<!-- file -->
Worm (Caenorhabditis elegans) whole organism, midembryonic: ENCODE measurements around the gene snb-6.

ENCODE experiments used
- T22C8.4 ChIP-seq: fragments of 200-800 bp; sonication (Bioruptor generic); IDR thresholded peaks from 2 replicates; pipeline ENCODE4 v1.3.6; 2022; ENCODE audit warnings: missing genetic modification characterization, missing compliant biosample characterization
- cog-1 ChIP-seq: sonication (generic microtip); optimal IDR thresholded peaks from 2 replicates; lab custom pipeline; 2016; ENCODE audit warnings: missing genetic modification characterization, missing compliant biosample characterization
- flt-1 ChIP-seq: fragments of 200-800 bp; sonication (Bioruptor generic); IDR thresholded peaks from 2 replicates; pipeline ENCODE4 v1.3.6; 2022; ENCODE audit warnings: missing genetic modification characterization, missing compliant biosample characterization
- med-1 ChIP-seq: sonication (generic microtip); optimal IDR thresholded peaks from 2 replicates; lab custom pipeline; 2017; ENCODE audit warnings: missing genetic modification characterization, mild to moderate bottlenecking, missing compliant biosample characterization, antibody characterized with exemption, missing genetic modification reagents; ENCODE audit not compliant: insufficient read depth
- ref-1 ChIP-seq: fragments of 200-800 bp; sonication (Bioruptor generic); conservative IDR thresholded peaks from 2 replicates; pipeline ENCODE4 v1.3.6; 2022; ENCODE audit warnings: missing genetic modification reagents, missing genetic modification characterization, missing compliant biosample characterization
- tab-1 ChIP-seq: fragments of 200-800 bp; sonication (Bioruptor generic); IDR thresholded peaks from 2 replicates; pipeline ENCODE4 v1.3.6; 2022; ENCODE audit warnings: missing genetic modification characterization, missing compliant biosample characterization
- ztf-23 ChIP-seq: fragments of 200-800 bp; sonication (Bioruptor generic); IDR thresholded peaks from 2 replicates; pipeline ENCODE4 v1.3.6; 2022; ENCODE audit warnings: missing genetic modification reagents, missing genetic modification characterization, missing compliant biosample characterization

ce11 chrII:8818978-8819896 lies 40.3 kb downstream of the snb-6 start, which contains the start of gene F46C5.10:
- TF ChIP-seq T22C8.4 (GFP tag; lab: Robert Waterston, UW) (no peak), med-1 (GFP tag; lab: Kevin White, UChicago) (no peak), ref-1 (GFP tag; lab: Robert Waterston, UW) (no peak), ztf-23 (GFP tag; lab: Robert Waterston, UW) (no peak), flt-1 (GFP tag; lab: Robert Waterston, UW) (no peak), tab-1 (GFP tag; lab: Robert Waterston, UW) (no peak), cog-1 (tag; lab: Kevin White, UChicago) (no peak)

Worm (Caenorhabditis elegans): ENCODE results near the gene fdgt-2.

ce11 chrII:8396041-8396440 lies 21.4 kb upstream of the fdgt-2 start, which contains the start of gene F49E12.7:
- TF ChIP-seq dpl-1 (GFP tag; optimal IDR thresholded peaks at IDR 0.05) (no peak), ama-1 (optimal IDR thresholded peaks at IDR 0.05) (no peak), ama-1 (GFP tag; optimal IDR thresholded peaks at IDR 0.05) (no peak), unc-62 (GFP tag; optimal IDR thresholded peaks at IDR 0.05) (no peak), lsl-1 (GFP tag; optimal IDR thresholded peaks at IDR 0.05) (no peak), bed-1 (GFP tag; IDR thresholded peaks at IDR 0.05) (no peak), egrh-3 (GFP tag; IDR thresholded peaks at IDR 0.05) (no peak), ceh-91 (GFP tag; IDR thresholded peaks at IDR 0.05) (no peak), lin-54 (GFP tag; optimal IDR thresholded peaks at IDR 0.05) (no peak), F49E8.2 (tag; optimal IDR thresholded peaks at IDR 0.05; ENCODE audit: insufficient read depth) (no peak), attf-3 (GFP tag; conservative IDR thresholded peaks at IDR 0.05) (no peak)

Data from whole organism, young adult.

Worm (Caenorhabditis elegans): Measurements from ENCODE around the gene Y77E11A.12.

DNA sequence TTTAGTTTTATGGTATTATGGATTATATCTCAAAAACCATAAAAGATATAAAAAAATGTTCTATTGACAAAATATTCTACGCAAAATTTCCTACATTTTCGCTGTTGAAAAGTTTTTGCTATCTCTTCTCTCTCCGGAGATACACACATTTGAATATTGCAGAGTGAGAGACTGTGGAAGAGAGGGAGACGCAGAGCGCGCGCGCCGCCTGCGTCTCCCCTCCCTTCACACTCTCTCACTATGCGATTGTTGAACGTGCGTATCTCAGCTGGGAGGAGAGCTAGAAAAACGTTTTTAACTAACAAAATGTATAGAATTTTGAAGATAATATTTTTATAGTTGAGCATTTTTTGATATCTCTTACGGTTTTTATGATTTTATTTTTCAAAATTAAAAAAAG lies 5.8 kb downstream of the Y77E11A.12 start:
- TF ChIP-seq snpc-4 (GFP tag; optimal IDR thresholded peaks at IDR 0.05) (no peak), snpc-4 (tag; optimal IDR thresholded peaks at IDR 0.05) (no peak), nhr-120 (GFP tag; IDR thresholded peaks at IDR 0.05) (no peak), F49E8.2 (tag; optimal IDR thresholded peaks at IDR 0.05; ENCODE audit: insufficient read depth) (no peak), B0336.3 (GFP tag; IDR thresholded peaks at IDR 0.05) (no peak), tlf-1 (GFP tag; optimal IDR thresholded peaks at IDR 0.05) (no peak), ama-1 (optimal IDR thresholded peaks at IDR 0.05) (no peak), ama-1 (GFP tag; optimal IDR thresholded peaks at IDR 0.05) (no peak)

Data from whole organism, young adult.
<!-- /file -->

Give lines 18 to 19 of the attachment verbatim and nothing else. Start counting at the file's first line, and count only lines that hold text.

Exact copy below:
- TF ChIP-seq snpc-4 (GFP tag; optimal IDR thresholded peaks at IDR 0.05) (no peak), snpc-4 (tag; optimal IDR thresholded peaks at IDR 0.05) (no peak), nhr-120 (GFP tag; IDR thresholded peaks at IDR 0.05) (no peak), F49E8.2 (tag; optimal IDR thresholded peaks at IDR 0.05; ENCODE audit: insufficient read depth) (no peak), B0336.3 (GFP tag; IDR thresholded peaks at IDR 0.05) (no peak), tlf-1 (GFP tag; optimal IDR thresholded peaks at IDR 0.05) (no peak), ama-1 (optimal IDR thresholded peaks at IDR 0.05) (no peak), ama-1 (GFP tag; optimal IDR thresholded peaks at IDR 0.05) (no peak)

Data from whole organism, young adult.